TJ: "How did it feel to become 'the world's hottest hard rock band'? Did you ever as a rock star long to be away from the 'spotlights' now and then, I mean the fans and media chasing you around the world?"

MM: "It was tough not to be able to be anonymous once in a while, especially because I had a family."

TJ: "Did you suffer from performance anxiety when you released 'Out of This World', thinking about the success of 'The Final Countdown'? (A lot of bands can't make a follow-up after such a big success, but you did it quite well!). At the same time I have to praise the amazing keyboard riffs!"

MM: "I guess there were quite a lot of performance anxiety, especially for Joey. Thanks for the praise!"

TJ: "Which of your albums do you like the most personally?"

MM: "'Out of This World', I think. I haven't listened to the albums for a long time."

TJ: "In 1991, 'Prisoners in Paradise' came out, and so far it's your latest album. How does a musician motivate himself to make a new album?"

MM: "No problem. The songwriting is the drive itself behind it."

TJ: "Do you have any idea about how many records you have sold during your career?"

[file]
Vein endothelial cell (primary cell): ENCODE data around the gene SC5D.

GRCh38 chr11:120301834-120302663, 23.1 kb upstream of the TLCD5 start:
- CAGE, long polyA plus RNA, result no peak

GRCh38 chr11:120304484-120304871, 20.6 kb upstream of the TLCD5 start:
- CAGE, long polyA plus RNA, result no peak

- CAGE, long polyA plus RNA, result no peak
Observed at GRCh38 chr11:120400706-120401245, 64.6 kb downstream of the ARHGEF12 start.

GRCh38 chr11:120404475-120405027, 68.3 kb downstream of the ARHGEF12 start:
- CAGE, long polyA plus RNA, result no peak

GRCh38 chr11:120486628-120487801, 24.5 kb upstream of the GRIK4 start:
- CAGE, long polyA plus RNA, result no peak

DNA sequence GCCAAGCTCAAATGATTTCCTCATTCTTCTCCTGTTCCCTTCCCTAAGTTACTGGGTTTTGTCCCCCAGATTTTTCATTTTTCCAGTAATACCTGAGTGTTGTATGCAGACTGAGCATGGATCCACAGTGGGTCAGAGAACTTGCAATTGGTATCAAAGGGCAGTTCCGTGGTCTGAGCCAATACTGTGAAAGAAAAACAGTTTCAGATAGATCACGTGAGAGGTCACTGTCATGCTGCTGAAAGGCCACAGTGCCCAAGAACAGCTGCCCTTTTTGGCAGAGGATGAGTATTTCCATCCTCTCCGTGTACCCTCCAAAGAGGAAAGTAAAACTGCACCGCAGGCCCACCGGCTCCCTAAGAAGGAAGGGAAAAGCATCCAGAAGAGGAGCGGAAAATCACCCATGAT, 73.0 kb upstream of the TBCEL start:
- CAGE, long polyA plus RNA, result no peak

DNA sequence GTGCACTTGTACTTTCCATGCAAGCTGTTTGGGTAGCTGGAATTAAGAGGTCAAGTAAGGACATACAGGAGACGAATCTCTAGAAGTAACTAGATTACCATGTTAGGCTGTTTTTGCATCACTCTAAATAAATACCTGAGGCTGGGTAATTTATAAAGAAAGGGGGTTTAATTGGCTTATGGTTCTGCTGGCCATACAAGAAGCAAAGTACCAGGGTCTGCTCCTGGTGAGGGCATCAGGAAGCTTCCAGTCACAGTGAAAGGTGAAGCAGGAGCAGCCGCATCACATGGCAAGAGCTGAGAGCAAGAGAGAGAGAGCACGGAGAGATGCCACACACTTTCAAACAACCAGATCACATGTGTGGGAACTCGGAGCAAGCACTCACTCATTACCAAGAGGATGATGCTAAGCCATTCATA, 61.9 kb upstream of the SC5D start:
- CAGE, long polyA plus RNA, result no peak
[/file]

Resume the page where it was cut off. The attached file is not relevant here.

MM: "Have no idea about things like that, but I've heard a number on around 9-10 million copies."

TJ: "Only few Swedish bands today can live of music, how much money did you make per album, and how much more money did Joey make (since he wrote most of the songs)?"

MM: "Different amounts for different albums. I can't answer how much more Joey made, but definitely more than the ones who didn't write lyrics."

TJ: "Before I end this, it would be cool to know what you and the other guys are doing today? We have seen that you, Haugland and Levén are playing in Brazen Abbot together with Joe Lynn Turner. Could you tell us something?"

MM: "Levén: Besides Brazen Abbot, is playing in a band called Southpaw.

Haugland: Cover bands. Among others 'Haugland and Friends' and 'Captain & the Crew'.

Norum: Solo career. Popping up as a guest artist here and there.

Marcello: One solo album. Produces. Studio musician.

Tempest: Solo career. Writes songs.

Michaeli: Different cover bands. Produced an album by Paulo Mendonca. Writes songs, sometimes together with Joey. Lately been involved in an Internet project, a music site / portal. (Do come by for a look, it's still under construction): www.lumumba.com"

TJ: "A big thank you for doing this!"

MM: "You're welcome!"